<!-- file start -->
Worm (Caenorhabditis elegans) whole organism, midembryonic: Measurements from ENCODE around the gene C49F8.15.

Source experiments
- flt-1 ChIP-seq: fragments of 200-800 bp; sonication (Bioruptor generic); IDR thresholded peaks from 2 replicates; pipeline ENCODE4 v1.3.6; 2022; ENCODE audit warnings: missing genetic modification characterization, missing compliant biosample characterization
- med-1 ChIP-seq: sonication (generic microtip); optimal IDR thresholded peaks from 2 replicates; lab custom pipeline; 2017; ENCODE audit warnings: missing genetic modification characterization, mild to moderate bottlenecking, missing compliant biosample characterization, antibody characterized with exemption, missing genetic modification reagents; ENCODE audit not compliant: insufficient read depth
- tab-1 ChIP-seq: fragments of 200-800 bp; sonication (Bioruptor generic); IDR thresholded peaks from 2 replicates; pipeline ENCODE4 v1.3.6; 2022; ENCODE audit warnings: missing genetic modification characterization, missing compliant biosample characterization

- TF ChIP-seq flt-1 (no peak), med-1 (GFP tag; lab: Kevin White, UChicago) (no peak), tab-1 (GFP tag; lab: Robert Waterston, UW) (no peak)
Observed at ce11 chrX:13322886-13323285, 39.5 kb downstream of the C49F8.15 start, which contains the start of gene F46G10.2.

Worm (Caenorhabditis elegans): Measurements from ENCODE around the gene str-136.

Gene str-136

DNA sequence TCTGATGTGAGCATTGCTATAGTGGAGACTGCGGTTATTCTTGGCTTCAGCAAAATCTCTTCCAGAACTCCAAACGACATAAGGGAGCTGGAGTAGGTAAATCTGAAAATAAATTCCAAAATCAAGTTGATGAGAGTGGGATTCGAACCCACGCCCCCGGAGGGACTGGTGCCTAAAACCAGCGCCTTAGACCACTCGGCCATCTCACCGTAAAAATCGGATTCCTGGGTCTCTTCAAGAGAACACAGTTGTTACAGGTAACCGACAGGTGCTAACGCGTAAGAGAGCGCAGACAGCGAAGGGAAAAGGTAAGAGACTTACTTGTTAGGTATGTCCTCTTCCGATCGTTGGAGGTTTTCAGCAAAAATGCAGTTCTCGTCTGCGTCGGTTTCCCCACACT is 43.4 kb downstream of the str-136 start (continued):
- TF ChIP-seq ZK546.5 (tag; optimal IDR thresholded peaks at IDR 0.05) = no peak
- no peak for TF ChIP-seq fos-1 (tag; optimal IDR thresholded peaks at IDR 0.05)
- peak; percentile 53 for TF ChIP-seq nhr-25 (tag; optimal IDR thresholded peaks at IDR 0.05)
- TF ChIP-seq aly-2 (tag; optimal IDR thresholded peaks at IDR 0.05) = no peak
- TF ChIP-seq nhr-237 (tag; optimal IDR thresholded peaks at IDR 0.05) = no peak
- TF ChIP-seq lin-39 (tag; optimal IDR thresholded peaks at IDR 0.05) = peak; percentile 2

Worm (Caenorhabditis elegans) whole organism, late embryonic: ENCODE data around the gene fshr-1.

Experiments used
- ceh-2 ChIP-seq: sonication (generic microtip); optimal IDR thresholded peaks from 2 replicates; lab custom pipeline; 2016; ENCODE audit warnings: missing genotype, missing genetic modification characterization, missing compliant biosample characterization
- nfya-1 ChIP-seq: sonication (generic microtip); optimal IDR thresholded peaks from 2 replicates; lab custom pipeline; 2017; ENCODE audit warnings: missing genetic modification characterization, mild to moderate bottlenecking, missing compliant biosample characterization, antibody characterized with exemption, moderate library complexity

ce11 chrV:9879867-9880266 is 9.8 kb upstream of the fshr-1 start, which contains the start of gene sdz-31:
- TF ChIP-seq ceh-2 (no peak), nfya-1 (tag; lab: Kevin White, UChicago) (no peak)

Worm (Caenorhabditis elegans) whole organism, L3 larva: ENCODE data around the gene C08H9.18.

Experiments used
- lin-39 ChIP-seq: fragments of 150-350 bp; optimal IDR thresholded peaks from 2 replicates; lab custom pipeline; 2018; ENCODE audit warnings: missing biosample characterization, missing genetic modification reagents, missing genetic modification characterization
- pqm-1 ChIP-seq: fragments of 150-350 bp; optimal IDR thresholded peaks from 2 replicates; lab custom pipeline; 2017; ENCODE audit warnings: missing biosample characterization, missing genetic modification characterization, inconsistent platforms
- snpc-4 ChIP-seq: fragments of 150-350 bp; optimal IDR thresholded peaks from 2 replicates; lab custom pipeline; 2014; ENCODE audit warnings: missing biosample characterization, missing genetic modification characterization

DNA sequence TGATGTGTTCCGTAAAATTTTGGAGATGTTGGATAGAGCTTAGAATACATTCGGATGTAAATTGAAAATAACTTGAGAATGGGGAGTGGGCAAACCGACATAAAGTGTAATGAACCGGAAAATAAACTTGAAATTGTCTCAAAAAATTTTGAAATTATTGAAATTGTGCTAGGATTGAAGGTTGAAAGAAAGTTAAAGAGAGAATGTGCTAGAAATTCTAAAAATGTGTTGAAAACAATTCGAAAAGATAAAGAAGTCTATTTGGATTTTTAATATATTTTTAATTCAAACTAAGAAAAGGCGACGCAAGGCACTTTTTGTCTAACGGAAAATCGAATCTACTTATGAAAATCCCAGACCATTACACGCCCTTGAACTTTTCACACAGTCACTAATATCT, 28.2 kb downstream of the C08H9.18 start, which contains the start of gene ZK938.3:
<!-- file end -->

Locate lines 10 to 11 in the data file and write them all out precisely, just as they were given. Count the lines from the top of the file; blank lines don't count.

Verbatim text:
DNA sequence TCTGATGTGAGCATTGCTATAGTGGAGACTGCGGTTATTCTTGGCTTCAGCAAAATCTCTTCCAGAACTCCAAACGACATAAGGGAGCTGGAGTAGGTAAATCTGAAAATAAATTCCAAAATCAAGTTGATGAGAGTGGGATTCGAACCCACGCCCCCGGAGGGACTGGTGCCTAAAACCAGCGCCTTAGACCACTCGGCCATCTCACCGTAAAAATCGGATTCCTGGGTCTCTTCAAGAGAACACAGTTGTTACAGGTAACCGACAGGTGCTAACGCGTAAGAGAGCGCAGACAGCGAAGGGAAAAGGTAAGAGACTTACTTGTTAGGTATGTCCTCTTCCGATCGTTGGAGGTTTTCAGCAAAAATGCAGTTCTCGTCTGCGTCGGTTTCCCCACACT is 43.4 kb downstream of the str-136 start (continued):
- TF ChIP-seq ZK546.5 (tag; optimal IDR thresholded peaks at IDR 0.05) = no peak